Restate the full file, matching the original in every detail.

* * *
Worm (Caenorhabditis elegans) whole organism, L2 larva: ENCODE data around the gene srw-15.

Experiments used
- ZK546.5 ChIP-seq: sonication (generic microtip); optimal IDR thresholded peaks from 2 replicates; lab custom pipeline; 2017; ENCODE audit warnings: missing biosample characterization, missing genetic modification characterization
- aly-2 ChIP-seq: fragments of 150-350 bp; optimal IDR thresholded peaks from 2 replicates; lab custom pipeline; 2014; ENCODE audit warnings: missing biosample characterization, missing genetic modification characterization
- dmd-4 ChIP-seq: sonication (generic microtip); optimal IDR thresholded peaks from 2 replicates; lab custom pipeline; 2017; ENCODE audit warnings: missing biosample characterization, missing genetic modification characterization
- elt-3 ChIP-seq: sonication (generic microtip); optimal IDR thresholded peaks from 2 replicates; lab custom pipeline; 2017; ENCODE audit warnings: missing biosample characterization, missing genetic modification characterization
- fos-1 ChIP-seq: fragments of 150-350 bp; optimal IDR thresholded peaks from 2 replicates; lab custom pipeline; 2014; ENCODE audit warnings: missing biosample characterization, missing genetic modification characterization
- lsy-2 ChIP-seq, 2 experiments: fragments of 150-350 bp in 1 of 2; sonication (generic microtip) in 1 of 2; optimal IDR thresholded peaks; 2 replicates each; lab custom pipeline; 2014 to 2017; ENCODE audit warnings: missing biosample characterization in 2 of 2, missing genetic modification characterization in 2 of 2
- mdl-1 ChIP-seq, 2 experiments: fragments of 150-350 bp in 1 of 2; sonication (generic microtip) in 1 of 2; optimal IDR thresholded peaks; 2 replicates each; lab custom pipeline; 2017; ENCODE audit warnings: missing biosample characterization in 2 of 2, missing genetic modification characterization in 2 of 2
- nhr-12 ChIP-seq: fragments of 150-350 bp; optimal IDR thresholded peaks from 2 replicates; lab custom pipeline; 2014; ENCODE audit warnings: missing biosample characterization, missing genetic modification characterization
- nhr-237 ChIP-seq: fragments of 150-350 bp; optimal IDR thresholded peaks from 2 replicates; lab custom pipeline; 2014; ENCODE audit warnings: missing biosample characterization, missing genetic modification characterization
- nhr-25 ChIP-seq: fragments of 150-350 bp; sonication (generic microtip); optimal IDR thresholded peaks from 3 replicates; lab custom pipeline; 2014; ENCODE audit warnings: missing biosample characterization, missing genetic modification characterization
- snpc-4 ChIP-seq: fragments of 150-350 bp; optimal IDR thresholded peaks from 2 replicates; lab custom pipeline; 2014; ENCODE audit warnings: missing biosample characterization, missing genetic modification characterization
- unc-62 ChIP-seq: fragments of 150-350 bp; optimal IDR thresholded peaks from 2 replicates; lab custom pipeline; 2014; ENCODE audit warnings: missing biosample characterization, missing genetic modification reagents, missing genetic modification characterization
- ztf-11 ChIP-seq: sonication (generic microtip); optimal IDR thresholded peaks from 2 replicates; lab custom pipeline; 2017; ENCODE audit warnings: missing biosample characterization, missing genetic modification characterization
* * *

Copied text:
Worm (Caenorhabditis elegans) whole organism, L2 larva: ENCODE data around the gene srw-15.

Experiments used
- ZK546.5 ChIP-seq: sonication (generic microtip); optimal IDR thresholded peaks from 2 replicates; lab custom pipeline; 2017; ENCODE audit warnings: missing biosample characterization, missing genetic modification characterization
- aly-2 ChIP-seq: fragments of 150-350 bp; optimal IDR thresholded peaks from 2 replicates; lab custom pipeline; 2014; ENCODE audit warnings: missing biosample characterization, missing genetic modification characterization
- dmd-4 ChIP-seq: sonication (generic microtip); optimal IDR thresholded peaks from 2 replicates; lab custom pipeline; 2017; ENCODE audit warnings: missing biosample characterization, missing genetic modification characterization
- elt-3 ChIP-seq: sonication (generic microtip); optimal IDR thresholded peaks from 2 replicates; lab custom pipeline; 2017; ENCODE audit warnings: missing biosample characterization, missing genetic modification characterization
- fos-1 ChIP-seq: fragments of 150-350 bp; optimal IDR thresholded peaks from 2 replicates; lab custom pipeline; 2014; ENCODE audit warnings: missing biosample characterization, missing genetic modification characterization
- lsy-2 ChIP-seq, 2 experiments: fragments of 150-350 bp in 1 of 2; sonication (generic microtip) in 1 of 2; optimal IDR thresholded peaks; 2 replicates each; lab custom pipeline; 2014 to 2017; ENCODE audit warnings: missing biosample characterization in 2 of 2, missing genetic modification characterization in 2 of 2
- mdl-1 ChIP-seq, 2 experiments: fragments of 150-350 bp in 1 of 2; sonication (generic microtip) in 1 of 2; optimal IDR thresholded peaks; 2 replicates each; lab custom pipeline; 2017; ENCODE audit warnings: missing biosample characterization in 2 of 2, missing genetic modification characterization in 2 of 2
- nhr-12 ChIP-seq: fragments of 150-350 bp; optimal IDR thresholded peaks from 2 replicates; lab custom pipeline; 2014; ENCODE audit warnings: missing biosample characterization, missing genetic modification characterization
- nhr-237 ChIP-seq: fragments of 150-350 bp; optimal IDR thresholded peaks from 2 replicates; lab custom pipeline; 2014; ENCODE audit warnings: missing biosample characterization, missing genetic modification characterization
- nhr-25 ChIP-seq: fragments of 150-350 bp; sonication (generic microtip); optimal IDR thresholded peaks from 3 replicates; lab custom pipeline; 2014; ENCODE audit warnings: missing biosample characterization, missing genetic modification characterization
- snpc-4 ChIP-seq: fragments of 150-350 bp; optimal IDR thresholded peaks from 2 replicates; lab custom pipeline; 2014; ENCODE audit warnings: missing biosample characterization, missing genetic modification characterization
- unc-62 ChIP-seq: fragments of 150-350 bp; optimal IDR thresholded peaks from 2 replicates; lab custom pipeline; 2014; ENCODE audit warnings: missing biosample characterization, missing genetic modification reagents, missing genetic modification characterization
- ztf-11 ChIP-seq: sonication (generic microtip); optimal IDR thresholded peaks from 2 replicates; lab custom pipeline; 2017; ENCODE audit warnings: missing biosample characterization, missing genetic modification characterization